Updated: May 10
Quite often, people who work in ministry are burdened with unbelievable loads of duties every day and physical, emotional, and spiritual "fuel" can get low. Consequently, church members can also suffer from from being led by those who are experiencing stress, burnout, and even compassion fatigue.
There is a solution that has saved the ministry of many pastors and staff: Taking an extended Sabbath time to rest and recalibrate; also known as sabbatical.
The Sabbatical tradition began in the universities at the time when the university was part of the church. The idea was that university professors needed one year in every seven to become students again and to refresh their spiritual calling. That tradition is mostly alive and well in secular as well as church-related universities today. Unfortunately, it is not as alive or well in the churches.
Too often church leaders are reluctant to arrange periodic times when pastors or staff members can become worshipers for the purpose of refreshing spiritual life and calling as well as reconnecting with family (who often sacrifice family-time since those serving in ministry can rarely turn it off). However, the Sabbatical meets a mutual need for both pastors/staff and church.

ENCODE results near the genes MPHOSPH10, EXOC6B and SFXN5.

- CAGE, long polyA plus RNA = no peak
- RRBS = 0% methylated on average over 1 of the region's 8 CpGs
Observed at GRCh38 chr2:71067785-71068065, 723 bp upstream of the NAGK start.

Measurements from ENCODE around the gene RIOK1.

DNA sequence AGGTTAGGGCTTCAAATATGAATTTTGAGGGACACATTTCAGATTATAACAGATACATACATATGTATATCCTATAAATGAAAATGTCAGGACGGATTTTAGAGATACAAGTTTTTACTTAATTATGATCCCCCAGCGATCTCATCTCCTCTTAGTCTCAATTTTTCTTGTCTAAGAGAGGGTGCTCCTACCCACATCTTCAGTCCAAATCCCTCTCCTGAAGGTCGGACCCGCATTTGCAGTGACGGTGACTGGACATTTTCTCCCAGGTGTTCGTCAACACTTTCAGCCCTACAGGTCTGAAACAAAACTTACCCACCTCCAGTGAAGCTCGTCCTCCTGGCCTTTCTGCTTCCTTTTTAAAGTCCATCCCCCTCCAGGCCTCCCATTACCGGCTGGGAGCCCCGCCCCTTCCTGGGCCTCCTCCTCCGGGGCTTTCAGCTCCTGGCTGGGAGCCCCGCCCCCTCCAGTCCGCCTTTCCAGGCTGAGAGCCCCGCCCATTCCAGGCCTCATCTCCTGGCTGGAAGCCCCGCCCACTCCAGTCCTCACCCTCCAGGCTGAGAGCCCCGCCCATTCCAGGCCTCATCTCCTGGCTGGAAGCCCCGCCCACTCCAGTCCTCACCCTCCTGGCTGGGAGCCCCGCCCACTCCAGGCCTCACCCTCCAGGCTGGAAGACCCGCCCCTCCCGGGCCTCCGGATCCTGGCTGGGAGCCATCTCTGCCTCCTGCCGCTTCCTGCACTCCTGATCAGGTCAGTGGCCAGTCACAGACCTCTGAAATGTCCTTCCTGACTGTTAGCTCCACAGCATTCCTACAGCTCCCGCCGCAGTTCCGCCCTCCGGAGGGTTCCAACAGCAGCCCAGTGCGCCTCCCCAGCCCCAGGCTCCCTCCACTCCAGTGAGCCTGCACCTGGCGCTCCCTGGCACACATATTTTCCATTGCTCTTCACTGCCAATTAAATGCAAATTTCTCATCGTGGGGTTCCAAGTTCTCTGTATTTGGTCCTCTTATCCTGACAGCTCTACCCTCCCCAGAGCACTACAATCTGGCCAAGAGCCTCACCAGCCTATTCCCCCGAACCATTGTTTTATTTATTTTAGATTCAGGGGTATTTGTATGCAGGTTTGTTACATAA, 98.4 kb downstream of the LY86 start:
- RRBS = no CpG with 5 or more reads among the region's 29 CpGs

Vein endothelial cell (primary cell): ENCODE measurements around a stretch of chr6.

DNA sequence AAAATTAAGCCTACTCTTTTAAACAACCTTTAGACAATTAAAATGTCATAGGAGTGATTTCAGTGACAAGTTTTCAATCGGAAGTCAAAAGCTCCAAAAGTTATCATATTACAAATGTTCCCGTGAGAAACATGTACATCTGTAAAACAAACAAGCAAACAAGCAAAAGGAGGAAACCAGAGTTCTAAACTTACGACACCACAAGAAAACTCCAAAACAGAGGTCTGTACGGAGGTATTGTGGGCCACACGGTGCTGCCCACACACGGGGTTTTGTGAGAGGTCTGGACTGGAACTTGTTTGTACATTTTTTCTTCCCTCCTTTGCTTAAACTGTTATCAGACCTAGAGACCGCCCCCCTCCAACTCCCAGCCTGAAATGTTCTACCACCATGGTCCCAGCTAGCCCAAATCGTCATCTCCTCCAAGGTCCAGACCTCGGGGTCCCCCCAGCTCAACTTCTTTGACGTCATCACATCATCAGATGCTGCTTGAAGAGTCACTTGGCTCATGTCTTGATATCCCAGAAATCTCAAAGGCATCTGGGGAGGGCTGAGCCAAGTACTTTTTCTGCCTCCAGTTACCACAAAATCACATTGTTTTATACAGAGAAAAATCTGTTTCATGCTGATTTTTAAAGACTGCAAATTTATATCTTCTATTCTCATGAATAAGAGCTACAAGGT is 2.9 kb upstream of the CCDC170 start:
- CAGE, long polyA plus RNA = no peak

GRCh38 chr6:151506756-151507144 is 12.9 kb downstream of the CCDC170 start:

Sabbatical is not a reward for good work, a benefit to keep pastors happy, or even merely an extension of a normal vacation period. It is also not a time to do research or work on special projects. Rather, it is an important part of the program of the church and the working relationship between the church, staff, and pastors from which everyone draws benefits.
Since it has been noted that fatigue seems to set in after about six years of full-time ministry, and pastors and staff seem to know instinctively that they need a change and renewal, it is wise to be proactive and plan for a three month Sabbatical leave every six to seven years of full-time ministry.
Guidelines for a Successful Sabbatical Include:
Setting realistic goals that include specific times for Rest and Recalibration.
Making financial and obligational arrangements well ahead of time so that it is not a burden for the church or the one taking the Sabbatical.
Planning for reentry is equally as important as planning to embark on the Sabbatical.
The Sabbatical is an important event in the lives of pastors, their families, church staff, and congregations. It is one of the most effective ways for everyone to develop and maintain a long-term connectedness and can be a vital ingredient in mutually beneficial relationships.
Prayerfully, the result being that the return from Sabbatical will bring a new sense of refreshment and readiness to take on new tasks in His service!